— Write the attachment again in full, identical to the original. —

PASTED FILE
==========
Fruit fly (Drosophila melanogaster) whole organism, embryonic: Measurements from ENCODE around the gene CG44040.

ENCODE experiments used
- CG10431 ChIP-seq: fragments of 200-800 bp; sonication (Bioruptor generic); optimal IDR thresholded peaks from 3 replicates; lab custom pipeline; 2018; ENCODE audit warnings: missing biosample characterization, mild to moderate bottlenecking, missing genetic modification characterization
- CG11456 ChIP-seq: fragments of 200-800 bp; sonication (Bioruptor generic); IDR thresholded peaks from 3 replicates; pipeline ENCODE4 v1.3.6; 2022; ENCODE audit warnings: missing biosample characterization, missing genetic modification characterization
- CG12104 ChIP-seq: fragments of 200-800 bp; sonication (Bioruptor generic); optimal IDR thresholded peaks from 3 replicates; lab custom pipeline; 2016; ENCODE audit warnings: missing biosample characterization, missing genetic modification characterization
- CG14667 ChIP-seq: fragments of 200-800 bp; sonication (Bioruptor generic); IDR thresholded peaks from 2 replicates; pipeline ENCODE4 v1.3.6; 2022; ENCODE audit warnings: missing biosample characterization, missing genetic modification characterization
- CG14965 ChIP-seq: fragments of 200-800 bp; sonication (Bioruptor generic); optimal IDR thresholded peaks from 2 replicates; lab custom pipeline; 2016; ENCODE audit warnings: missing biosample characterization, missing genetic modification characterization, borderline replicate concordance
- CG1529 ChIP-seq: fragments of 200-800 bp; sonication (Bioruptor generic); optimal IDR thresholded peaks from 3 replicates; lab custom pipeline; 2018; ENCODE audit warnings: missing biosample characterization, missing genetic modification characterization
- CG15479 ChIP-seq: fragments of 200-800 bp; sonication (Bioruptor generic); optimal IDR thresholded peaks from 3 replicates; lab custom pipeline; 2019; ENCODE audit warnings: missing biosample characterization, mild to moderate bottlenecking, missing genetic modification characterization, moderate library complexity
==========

Fruit fly (Drosophila melanogaster) whole organism, embryonic: Measurements from ENCODE around the gene CG44040.

ENCODE experiments used
- CG10431 ChIP-seq: fragments of 200-800 bp; sonication (Bioruptor generic); optimal IDR thresholded peaks from 3 replicates; lab custom pipeline; 2018; ENCODE audit warnings: missing biosample characterization, mild to moderate bottlenecking, missing genetic modification characterization
- CG11456 ChIP-seq: fragments of 200-800 bp; sonication (Bioruptor generic); IDR thresholded peaks from 3 replicates; pipeline ENCODE4 v1.3.6; 2022; ENCODE audit warnings: missing biosample characterization, missing genetic modification characterization
- CG12104 ChIP-seq: fragments of 200-800 bp; sonication (Bioruptor generic); optimal IDR thresholded peaks from 3 replicates; lab custom pipeline; 2016; ENCODE audit warnings: missing biosample characterization, missing genetic modification characterization
- CG14667 ChIP-seq: fragments of 200-800 bp; sonication (Bioruptor generic); IDR thresholded peaks from 2 replicates; pipeline ENCODE4 v1.3.6; 2022; ENCODE audit warnings: missing biosample characterization, missing genetic modification characterization
- CG14965 ChIP-seq: fragments of 200-800 bp; sonication (Bioruptor generic); optimal IDR thresholded peaks from 2 replicates; lab custom pipeline; 2016; ENCODE audit warnings: missing biosample characterization, missing genetic modification characterization, borderline replicate concordance
- CG1529 ChIP-seq: fragments of 200-800 bp; sonication (Bioruptor generic); optimal IDR thresholded peaks from 3 replicates; lab custom pipeline; 2018; ENCODE audit warnings: missing biosample characterization, missing genetic modification characterization
- CG15479 ChIP-seq: fragments of 200-800 bp; sonication (Bioruptor generic); optimal IDR thresholded peaks from 3 replicates; lab custom pipeline; 2019; ENCODE audit warnings: missing biosample characterization, mild to moderate bottlenecking, missing genetic modification characterization, moderate library complexity